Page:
Moderator: Thank you very much. After a few weeks or a few months have passed, we will be able to test ourselves whether or not your personal judgments are correct — and now to Zhu Feng in Beijing!

I know you that you and Miss Li Yuzhen are old friends, and also old rivals who have often engaged in a war of words [唇枪舌剑] on our program, but, what Ms. Li just said comes as a surprise to all of us….Did she really just say these words or not? I’ll give you a chance to interpret events: North Korea said that they would soon undertake a third nuclear test explosion. Is this, in fact, just a smoke bomb — do you agree?

http://phtv.ifeng.com/program/zhtfl/detail_2013_01/31/21813508_0.shtml

Zhu Feng is a professor of International Relations at Beijing University and frequent PRC interlocutor in academic and policy circles. While not authoritative, he has great insight into developing and promulgating PRC international strategy.

Zhu Feng: I cannot see how a new nuclear test would bring any benefits to North Korea. Of course, on the other hand, we can say that if North Korea really does carry out a third nuclear test, the result will be very, very important, foremost because inter-Korean relations [南北韩关系] will relapse, completely, to the Lee Myung-bak era.  That is why President-elect Park Geun-hye has already stated that another nuclear test would disturb the warming of North-South relations. Moreover, if a nuclear test goes forward, you [North Koreans] could lock China into a corner and force China to have to re-think our North Korea policy [迫使中国不得不重新去思考我们的朝鲜政策]. This would also strengthen the United States, Japan, and South Korea.

Moderator:  I think this point is a very good one, but with regard to the point about China’s attitude that you just mentioned, we might return again to the North Korean stance: The reason for the release of the so-called smoke bomb is that China and the United States have recently and jointly declared the sanctions resolution through the UN Security Council Statement by the President. Why has China joined forces with the US to do this?  Since North Korea at that time did not present a threat or exhibit hostility towards the region, why would China want to join up with the United States to do this?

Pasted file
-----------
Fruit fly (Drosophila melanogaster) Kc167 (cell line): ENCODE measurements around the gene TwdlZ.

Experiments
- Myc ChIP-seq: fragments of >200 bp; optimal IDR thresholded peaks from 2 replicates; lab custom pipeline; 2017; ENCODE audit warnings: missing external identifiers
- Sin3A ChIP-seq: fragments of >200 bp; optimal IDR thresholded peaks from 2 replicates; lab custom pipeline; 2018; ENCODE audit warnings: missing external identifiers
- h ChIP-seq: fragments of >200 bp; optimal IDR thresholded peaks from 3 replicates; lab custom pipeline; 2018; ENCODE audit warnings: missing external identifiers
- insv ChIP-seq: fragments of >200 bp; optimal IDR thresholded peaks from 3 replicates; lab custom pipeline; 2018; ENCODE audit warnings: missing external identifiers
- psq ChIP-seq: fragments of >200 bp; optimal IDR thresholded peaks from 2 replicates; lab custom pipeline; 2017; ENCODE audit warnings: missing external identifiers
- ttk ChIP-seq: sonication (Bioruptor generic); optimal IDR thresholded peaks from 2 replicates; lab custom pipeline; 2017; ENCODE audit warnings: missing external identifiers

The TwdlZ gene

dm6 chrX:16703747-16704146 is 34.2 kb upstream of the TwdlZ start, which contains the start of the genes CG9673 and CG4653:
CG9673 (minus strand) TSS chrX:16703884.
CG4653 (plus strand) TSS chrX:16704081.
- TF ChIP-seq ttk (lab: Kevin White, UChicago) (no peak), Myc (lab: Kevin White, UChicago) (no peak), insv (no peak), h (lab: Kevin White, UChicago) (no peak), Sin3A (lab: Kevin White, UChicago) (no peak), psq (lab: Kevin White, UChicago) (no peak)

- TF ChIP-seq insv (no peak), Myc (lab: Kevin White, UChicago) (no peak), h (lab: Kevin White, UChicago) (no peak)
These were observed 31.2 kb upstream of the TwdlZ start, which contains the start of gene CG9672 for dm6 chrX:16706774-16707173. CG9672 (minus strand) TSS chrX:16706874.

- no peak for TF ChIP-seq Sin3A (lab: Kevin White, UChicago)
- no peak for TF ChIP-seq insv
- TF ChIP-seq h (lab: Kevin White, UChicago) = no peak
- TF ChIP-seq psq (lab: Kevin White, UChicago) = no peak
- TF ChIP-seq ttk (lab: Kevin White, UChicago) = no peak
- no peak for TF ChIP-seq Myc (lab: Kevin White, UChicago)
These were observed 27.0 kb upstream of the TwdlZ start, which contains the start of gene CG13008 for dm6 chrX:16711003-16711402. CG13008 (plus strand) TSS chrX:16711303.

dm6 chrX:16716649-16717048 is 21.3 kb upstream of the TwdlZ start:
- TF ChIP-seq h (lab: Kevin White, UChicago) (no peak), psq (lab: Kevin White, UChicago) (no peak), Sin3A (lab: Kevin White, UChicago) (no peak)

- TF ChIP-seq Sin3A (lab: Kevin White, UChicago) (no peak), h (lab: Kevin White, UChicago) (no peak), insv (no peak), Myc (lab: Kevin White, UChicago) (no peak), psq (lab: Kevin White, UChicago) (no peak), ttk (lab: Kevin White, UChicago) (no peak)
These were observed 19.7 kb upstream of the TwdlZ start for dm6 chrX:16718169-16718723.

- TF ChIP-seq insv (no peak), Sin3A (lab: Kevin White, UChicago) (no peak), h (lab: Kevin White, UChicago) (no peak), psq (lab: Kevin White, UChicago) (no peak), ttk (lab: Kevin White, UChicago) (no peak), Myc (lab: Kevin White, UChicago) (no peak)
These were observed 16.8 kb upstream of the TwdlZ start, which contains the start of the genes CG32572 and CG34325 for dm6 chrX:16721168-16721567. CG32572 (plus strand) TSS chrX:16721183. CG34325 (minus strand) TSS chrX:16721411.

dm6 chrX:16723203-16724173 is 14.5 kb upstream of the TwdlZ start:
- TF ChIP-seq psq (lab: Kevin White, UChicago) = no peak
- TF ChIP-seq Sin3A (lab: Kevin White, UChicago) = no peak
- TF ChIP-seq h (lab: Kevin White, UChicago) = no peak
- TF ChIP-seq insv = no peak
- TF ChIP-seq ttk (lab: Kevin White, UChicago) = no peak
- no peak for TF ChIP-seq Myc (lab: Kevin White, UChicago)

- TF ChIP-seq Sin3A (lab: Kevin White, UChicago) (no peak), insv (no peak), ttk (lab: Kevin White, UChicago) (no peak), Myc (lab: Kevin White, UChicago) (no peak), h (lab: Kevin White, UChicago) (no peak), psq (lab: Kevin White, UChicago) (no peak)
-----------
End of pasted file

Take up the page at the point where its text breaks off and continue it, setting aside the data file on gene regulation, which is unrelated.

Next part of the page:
中朝关系如何微妙演? How subtly are relations between China and the DPRK evolving?

Zhu Feng: I think that the United Nations Security Council passing Resolution 2087, was not simply the United States and China joining hands to deal with North Korea, but North Korea two satellite launch in 2012. On December 12, 2012, although it was a success, but it was a clear violation of the United Nations Resolution 1874 [since] we all know. So from this perspective, I think the behavior of North Korea is such a blatant provocation to the United Nations Security Council resolutions, that it requires sanctions.

But on the other hand, our guest must note that as for the issue of how the United Nations Security Council sanctions North Korea, China has done a great job. We made the original proposal by the United States to further expand the relevant resolutions of the sanctions against the DPRK turn into just an increase of the number of sanctions projects, so I think North Korea must see some effort and kindness from China

Moderator: Ms. Lee, do you agree with Zhu Feng’s judgments? Punishment for bad deeds of long ago, North Korea launched a satellite, but at the same time the Chinese have also done a lot of work, slowing U.S. sanctions efforts.

Li Yuzhen: This is not bad behavior, but the legitimate act of a sovereign country, which they should have a right to do, and that is the peaceful uses of outer space. North Korea ‘s launch of Kwangyongmyong-3 and -2 is very legitimate. For the UN Security Council to sanction North Korea and make a double standard is unfair and should be universally condemned.